AbMaj              C Maj            F min

– – – – – – – – – – – – – – – – – – – – – – – – – – – – – – – – – – – – – – – – – – – – – – – – –
– – – – – – – – – – 8– 6- – – – 6– – – – – – – – – – – – – – – – – – – – – – – – – – – – – – – – –
– – – – – – – 6- – 8– 6- 8- – 7– – – – – – – – – – – – – – – – – – – – – – – – – – – – – – – – – –
– – – – – – – 6- – – – – – 8- – 6– -8 -8 – 8- 8- 8- – – – 6 – 8- – – – – – – – – – – – – – – – – 
-6 -7 -8 – – – – – – – – – – – – – -8 -11- 8- 7- 6- – – – – – – – – – – – – – – – – – – – – – 
– – – – – – – – – – – – – – – – 6- – – – – – – – – – – – – – 4- -6- – – – – – – – – – – – – – – – – –

Music doesn’t need to fit precisely in the key the song is played in, as long as enough notes fit the fare, you can take some notes, have them exist well outside of the normal plane of the scale and key and it will sound just fine.  Scales are important to music, to the development of the character of the music all musicians try to create, but it is not the be all, end all most important thing in music. 

Creativity is just as important as theory, use it.

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That’s it for this week.  Thanks for reading!

N.B.:  I was really reaching when I wrote this one, but I wrote it anyway. Hope it doesn’t suck too much.

Lesson 14 – 12 Notes: Phrygian Mode Basics

This was originally posted on ”12 notes”, a page on this website dedicated to guitar music and lessons.  So, for the more musically inclined, here is my fourteenth guitar lesson to you:   Phrygian mode basics.  If you run into any problems, drop me a line and let me know, and thanks for reading! 

Enjoy!

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Lesson 14:  Phrygian mode basics.  The Phrygian mode is the mode that begins, and ends, with the third tone in the major scale.  Think of it like this, the scale shown below is the Phrygian mode in the key of E. If you look at it, you will also notice that it is exactly the same as the C major scale.  The only difference is the fact that the scale begins and ends on the third note of the C major scale.   E-F-G-A-B-C-D instead of C-D-E-F-G-A-B-C.  The root note, E , is in boldface. 

0 -1 -3 -5 -7 -8 -10 –12 -13 -15 -17 -19 -20 -22 –24 – – – – – – – – – – – – – – – – – – –
-0 -1 -3 –5 -6 -8 -10 -12 -13 -15 –17 -18 -20 -22 -24 – – – – – – – – – – – – – – – – – – –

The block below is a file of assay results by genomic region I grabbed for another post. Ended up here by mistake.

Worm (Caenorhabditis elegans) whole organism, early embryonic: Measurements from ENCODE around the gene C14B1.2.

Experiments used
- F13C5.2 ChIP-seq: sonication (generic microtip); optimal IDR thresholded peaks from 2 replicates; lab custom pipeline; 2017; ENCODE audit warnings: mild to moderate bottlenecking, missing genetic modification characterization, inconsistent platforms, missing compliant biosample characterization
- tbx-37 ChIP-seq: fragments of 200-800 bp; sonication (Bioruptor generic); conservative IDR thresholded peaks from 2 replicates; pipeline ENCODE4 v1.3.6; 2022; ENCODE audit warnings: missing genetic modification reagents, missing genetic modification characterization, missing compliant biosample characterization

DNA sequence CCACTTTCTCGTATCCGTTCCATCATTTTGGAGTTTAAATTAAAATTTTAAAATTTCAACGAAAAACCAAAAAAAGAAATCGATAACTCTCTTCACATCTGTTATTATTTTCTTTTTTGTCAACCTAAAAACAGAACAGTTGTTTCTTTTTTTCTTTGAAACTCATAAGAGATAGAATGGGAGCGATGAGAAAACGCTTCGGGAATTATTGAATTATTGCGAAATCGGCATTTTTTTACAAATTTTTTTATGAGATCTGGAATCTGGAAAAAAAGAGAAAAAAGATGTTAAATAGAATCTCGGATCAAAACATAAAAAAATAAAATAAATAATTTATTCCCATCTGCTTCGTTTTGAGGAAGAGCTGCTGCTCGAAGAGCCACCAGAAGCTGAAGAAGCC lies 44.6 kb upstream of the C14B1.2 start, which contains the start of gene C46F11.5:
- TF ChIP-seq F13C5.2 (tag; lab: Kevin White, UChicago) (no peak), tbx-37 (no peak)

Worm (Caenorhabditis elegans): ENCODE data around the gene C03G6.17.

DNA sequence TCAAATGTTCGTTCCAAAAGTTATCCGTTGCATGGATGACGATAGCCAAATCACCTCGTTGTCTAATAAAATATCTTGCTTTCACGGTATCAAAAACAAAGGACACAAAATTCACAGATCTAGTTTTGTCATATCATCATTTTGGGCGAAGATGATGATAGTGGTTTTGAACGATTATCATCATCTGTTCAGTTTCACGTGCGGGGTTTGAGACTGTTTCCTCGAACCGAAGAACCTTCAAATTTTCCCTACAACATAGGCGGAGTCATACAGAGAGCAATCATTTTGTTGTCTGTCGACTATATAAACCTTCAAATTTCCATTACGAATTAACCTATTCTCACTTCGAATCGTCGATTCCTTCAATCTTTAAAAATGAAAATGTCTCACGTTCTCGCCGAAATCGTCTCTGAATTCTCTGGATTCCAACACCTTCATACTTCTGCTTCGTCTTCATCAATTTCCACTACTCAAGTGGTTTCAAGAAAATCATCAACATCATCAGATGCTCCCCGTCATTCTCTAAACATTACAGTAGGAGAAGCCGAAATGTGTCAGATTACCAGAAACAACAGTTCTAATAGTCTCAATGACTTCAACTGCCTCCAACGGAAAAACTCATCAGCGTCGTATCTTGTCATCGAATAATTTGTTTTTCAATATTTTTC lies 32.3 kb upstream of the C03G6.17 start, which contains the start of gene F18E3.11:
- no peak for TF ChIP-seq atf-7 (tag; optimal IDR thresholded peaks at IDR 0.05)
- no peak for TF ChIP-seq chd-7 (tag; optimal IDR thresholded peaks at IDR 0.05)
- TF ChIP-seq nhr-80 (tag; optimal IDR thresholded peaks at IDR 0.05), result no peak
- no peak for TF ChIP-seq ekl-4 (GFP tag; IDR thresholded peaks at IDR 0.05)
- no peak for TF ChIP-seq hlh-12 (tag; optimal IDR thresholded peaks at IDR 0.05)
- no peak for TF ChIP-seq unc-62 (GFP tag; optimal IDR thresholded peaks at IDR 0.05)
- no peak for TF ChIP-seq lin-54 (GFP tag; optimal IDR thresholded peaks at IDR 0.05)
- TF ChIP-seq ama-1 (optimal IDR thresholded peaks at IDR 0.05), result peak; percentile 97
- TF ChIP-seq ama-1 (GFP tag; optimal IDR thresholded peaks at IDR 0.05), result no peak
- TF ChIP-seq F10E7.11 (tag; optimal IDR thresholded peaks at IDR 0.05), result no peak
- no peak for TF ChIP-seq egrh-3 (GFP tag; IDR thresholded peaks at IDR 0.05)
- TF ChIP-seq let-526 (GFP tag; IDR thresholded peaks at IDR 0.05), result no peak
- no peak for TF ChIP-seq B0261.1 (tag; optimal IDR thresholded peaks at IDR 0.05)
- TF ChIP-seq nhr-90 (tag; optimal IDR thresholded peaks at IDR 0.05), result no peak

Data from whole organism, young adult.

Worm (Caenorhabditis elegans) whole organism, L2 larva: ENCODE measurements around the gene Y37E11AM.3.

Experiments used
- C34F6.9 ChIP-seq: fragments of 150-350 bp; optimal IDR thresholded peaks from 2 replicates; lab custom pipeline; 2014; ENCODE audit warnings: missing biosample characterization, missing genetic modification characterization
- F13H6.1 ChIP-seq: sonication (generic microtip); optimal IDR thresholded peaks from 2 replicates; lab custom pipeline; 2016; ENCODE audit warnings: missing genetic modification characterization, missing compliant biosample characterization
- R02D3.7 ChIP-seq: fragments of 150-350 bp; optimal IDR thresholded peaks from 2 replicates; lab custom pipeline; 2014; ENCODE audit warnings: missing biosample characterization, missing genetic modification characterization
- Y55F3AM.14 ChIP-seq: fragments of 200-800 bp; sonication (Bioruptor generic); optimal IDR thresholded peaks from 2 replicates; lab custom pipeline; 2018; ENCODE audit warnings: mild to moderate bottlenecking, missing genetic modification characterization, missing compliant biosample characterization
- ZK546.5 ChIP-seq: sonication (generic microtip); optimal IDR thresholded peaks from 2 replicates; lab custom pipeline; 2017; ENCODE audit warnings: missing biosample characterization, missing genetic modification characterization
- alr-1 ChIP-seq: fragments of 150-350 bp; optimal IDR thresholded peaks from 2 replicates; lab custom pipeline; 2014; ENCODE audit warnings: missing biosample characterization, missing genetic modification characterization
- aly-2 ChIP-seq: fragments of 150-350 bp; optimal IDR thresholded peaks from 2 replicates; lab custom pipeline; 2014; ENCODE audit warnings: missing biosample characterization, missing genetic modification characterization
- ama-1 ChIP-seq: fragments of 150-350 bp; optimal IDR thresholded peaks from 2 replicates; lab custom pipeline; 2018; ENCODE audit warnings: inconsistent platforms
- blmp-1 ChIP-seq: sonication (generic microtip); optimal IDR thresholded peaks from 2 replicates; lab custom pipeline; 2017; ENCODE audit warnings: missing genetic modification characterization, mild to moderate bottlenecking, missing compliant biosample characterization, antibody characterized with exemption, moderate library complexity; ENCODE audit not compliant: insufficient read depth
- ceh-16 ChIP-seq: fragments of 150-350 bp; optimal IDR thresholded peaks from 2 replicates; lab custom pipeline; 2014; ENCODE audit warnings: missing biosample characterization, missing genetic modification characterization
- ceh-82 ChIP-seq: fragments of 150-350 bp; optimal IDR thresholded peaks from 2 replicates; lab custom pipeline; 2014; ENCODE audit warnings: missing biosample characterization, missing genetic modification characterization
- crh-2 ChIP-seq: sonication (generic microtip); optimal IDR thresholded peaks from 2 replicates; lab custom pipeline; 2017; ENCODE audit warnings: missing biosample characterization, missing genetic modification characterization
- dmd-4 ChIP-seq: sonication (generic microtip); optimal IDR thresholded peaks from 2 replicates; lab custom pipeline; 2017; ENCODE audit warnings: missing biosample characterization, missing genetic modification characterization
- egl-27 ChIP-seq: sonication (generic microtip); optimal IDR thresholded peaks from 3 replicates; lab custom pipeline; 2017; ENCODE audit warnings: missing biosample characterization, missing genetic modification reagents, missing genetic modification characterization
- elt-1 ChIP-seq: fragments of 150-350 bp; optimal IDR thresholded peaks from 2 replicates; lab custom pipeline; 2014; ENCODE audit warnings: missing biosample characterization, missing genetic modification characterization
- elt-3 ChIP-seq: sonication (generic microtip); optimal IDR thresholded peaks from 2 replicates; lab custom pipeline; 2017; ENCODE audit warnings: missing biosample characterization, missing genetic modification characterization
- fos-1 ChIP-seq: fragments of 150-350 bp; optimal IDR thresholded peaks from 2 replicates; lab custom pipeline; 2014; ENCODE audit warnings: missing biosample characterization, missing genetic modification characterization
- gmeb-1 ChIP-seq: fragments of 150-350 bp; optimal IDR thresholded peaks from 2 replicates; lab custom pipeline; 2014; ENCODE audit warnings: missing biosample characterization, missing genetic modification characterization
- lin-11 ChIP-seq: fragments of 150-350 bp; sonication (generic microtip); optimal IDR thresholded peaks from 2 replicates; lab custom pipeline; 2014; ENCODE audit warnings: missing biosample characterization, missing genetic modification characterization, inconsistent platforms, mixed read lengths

-0 -2 -4 -5 -7 –9 -10 -12 -14 -16 – 17 -19 –21 -22 -24 – – – – – – – – – – – – – – – – – – –
-0- 2 -3 -5- 7 -9 -10- 12 –14 -15 -17 -19 -21 -22 -24 – – – – – – – – – – – – – – – – – – –
-0 -2 -3 -5 –7 -8 -10 -12 -14 -15 -17 –19 -20 -22 -24 – – – – – – – – – – – – – – – – – – –
0 -1 -3 -5 -7 -8 -10 –12 -13 -15 -17 -19 -20 -22 –24 – – – – – – – – – – – – – – – – – – –

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To start off, let’s play a four note per string Phrygian scale, just to get it under our fingers.  Here in the key of F.

– – – – – – – – – – – – – – – – – – – – – – – – – – – – – – – – – – – – – – – – – – – – – -11-13 -14-16-
– – – – – – – – – – – – – – – – – – – – – – – – – – – – – – – – – – – 9- 11 -13 -14 – – – – – – – – – –
– – – – – – – – – – – – – – – – – – – – – – – – – -6 -8 -10-11 – – – – – – – – – – – – – – – – – – – –
– – – – – – – – – – – – – – – – -4 -6 -8 -10- – – – – – – – – – – – – – – – – – – – – – – – – – – – –
– – – – – – – – -3 -4 -6 -8 – – – – – – – – – – – – – – – – – – – – – – – – – – – – – – – – – – – – –
-1 -2 -4 -6 – – – – – – – – – – – – – – – – – – – – – – – – – – – – – – – – – – – – – – – – – – – – –

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I use the Phrygian mode a fair bit in practice.  It was the first of the modes that I learned, in large part because it is the easiest to play in the open position, and still holds a prominent place in my practice repertoire to this day, over a quarter of a century later.   This one is in the key of E . 

– – – – – – – – – – – – – – – – – – – – – – – – – – – – – – – – – – – – – – – – – – – – – – – – –
– – – – – – – – – – – – – – – – -12 – – – – – – – – – – – – – – – – – – – – – – – – – – – – – – –